Tasmania extends the ACWY vaccine to protect babies, children, teenas and young adults

The State Government is extending the free vaccination program against meningococcal disease to every Tasmanian aged between six weeks and 20 years.

Following the fifth confirmed case of meningococcal disease in the Hobart area, we are moving to boost the public health response immediately.

Testing indicates four people have contracted the W strain of the disease, including one person who died. There has been one confirmed case of meningococcal B, a 20-year-old man who has been released from hospital.

Based on advice from public health experts, the current vaccination program will be extended to include all Tasmanians aged between six weeks and 20 years (those born from August 1, 1997). This cohort has been identified as the group at greatest risk of contracting and spreading the disease.

Public Health is in the process of mobilising the extended vaccination program. The first stage will focus on the area where a number of meningococcal disease cases has occurred – Hobart’s northern suburbs - and will then be expanded across the state in the following weeks.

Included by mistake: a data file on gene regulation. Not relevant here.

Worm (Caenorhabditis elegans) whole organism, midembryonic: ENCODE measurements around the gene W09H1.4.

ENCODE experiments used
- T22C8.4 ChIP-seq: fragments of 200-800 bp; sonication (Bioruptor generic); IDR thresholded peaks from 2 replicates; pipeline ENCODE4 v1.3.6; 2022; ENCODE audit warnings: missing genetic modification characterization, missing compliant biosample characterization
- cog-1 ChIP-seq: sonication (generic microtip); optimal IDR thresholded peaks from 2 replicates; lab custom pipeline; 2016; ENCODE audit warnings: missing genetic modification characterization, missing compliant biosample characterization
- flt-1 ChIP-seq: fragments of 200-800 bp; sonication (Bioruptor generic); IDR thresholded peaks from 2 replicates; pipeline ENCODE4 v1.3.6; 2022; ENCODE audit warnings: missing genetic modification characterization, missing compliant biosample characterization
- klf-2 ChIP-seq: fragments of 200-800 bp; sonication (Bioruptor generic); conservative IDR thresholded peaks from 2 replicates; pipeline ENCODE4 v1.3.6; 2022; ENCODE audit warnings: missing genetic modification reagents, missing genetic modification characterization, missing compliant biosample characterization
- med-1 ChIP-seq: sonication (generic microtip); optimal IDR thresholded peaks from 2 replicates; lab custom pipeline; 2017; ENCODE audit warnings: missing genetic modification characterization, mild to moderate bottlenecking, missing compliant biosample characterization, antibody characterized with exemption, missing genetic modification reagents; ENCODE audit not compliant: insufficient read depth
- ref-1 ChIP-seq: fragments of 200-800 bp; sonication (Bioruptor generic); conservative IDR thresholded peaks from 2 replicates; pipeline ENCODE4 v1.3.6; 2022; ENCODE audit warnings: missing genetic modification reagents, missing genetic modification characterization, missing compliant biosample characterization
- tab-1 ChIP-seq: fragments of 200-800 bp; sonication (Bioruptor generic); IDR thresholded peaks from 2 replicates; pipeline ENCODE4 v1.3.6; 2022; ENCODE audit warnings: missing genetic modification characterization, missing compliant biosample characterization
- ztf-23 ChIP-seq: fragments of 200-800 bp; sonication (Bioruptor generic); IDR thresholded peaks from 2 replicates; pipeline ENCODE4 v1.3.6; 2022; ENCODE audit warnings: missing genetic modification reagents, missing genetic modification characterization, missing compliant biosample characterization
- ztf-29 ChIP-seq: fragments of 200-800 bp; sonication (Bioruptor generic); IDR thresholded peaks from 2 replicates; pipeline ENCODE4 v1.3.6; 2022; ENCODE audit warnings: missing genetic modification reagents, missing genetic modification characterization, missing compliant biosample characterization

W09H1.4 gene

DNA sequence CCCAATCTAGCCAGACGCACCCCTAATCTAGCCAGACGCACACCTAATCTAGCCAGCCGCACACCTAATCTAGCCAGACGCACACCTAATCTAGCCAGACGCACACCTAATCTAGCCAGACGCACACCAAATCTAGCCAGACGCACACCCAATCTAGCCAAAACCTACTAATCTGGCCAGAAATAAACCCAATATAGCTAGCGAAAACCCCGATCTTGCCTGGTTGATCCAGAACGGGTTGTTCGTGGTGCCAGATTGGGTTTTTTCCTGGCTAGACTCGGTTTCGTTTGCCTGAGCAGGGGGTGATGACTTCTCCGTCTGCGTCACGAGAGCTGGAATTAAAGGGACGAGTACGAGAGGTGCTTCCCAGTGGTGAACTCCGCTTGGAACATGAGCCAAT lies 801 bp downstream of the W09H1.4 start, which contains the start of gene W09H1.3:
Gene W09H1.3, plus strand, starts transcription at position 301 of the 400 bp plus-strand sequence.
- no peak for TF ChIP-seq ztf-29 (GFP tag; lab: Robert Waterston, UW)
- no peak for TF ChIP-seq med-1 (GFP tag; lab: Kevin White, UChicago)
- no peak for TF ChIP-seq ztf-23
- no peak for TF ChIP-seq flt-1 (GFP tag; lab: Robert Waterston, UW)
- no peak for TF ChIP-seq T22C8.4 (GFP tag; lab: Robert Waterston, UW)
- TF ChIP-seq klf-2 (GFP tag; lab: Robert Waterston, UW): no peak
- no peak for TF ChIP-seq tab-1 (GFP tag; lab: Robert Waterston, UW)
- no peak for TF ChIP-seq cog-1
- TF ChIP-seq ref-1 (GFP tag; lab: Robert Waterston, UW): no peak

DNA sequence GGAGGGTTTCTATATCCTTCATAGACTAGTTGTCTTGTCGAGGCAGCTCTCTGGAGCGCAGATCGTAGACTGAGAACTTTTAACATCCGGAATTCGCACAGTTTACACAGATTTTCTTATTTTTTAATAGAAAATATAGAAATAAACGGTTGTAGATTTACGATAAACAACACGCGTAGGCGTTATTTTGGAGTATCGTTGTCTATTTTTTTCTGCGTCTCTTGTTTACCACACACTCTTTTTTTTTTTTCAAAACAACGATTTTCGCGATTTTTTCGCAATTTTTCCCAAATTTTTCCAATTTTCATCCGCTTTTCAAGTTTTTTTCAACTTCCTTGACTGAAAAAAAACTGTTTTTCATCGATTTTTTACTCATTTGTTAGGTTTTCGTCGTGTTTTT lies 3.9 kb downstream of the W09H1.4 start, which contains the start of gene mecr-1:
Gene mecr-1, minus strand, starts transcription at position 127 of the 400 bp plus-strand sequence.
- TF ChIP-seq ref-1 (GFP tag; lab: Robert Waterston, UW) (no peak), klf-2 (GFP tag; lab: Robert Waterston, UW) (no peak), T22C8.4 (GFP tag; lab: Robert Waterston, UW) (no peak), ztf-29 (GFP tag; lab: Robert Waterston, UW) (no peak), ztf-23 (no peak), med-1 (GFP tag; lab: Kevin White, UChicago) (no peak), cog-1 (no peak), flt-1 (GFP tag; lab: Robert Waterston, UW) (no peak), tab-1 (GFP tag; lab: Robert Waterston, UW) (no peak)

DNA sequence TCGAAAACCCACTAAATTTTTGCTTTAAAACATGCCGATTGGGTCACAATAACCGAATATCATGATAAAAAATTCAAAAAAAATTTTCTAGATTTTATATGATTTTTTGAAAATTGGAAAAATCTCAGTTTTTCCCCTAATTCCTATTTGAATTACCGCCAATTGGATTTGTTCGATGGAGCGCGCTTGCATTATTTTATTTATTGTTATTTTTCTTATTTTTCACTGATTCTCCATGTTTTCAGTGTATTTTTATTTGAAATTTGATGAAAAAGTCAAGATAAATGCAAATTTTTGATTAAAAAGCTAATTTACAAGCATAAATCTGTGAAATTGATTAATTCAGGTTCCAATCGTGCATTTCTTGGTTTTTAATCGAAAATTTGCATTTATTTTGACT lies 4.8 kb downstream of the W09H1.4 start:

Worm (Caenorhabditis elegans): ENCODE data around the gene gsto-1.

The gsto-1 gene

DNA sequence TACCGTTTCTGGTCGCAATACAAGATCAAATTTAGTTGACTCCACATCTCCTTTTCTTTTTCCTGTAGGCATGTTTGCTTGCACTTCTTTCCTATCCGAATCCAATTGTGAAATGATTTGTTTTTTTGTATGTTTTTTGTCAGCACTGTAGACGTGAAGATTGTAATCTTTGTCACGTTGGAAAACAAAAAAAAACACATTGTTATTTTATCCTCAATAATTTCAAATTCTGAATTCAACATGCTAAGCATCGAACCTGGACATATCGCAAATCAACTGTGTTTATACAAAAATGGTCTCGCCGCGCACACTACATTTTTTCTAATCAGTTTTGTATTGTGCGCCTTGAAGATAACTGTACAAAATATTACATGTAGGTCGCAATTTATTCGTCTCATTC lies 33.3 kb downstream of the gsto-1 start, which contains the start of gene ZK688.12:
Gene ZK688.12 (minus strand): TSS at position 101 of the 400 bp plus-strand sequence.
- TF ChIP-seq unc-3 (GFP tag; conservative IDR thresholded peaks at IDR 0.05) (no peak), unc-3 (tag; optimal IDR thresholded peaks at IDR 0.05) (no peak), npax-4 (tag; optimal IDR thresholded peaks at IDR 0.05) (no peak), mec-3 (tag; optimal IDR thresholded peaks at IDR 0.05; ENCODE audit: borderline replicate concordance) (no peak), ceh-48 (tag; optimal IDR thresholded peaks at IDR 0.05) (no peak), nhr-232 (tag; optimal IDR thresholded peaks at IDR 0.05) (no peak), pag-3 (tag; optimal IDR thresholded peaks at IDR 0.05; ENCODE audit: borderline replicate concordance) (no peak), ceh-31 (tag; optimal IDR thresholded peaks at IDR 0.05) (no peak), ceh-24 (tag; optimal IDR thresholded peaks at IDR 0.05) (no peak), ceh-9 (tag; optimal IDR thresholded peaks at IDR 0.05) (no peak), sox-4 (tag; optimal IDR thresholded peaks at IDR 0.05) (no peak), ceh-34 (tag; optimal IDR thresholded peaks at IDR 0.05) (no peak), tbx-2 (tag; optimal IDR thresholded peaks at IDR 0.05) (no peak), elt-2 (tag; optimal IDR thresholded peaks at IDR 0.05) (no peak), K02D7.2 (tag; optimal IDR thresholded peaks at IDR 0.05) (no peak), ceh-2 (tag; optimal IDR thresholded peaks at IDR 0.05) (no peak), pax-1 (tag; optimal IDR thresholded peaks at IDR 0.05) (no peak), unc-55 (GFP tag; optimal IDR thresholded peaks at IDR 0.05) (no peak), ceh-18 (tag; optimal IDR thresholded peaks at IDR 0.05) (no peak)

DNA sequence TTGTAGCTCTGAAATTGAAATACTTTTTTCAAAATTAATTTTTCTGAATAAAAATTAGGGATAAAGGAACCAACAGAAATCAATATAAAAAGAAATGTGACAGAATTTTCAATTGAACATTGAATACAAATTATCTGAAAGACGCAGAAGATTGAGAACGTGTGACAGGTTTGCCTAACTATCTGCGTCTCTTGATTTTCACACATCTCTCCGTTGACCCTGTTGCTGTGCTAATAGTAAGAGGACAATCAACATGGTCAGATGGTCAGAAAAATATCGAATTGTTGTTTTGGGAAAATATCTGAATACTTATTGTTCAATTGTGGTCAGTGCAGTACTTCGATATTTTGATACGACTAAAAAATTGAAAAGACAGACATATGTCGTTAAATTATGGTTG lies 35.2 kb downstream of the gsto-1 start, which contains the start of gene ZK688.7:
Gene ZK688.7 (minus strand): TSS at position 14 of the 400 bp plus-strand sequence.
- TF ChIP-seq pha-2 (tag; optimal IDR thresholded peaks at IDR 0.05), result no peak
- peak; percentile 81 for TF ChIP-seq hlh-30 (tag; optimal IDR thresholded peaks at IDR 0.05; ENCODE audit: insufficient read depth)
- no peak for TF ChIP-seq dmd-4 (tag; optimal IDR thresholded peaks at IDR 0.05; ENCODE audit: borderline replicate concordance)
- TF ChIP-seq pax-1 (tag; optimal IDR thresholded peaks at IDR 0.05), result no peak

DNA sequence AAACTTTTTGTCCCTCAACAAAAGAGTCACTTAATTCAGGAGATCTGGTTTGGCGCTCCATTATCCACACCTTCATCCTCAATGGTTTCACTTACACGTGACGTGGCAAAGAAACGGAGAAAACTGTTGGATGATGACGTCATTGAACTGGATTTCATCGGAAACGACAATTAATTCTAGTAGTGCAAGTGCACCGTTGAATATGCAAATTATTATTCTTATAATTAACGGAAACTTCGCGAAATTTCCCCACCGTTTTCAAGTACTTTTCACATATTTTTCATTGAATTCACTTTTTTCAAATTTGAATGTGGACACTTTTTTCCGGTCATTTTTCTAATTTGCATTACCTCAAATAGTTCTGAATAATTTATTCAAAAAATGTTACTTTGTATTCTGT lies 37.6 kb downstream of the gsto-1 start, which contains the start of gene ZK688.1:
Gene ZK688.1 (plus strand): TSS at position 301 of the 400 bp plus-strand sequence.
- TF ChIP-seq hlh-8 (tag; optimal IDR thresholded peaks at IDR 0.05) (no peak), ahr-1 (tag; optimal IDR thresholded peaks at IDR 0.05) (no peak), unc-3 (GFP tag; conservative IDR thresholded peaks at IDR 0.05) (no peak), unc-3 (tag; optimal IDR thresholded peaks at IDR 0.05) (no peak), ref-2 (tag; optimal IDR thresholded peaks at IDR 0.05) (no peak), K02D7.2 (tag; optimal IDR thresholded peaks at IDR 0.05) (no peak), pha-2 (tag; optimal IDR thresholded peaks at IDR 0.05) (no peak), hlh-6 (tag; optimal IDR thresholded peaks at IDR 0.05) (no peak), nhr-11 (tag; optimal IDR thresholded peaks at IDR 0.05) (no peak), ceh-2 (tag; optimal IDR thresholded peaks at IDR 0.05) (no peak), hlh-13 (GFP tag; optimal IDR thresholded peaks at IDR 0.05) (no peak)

The broader program announced today will see eligible Tasmanians receive a free meningococcal vaccine from either a general practitioner, a pharmacist (for children aged 10 and over), special public clinics, and some high schools. The vaccine will cover the meningococcal strains A, C, W and Y.

Last year, in response to a noticeable increase in meningococcal W cases, the State Government intervened with an ACWY immunisation program for 15 to 19-year-olds. Meningococcal ACWY vaccine was later included in the National Immunisation Program as a routine vaccine at age 12 months.

The Government will continue to work with Public Health experts to consider coverage for all vaccine-preventable strains.

Meningococcal disease is a rare but serious condition. Typically in Tasmania, there are five to six cases a year. Last year, there were 16 confirmed cases.

Meningococcal bacteria are spread through secretions of the nose and throat, and older teenagers are particularly at risk of carrying and transmitting the bacteria to others.

It remains important for the public to be aware of the symptoms of meningococcal disease such as fever, severe headache, severe muscle pain, and quickly becoming unusually unwell. Late in the illness there can be a rash. Infants can be lethargic, floppy and feed poorly.

Anyone who is concerned that they may be showing symptoms of meningococcal disease should seek emergency medical care.

Further information is available online at http://www.health.tas.gov.au or via the Public Health Hotline: 1800 671 738.

SOURCE: Tasmanian Premier's Dept.

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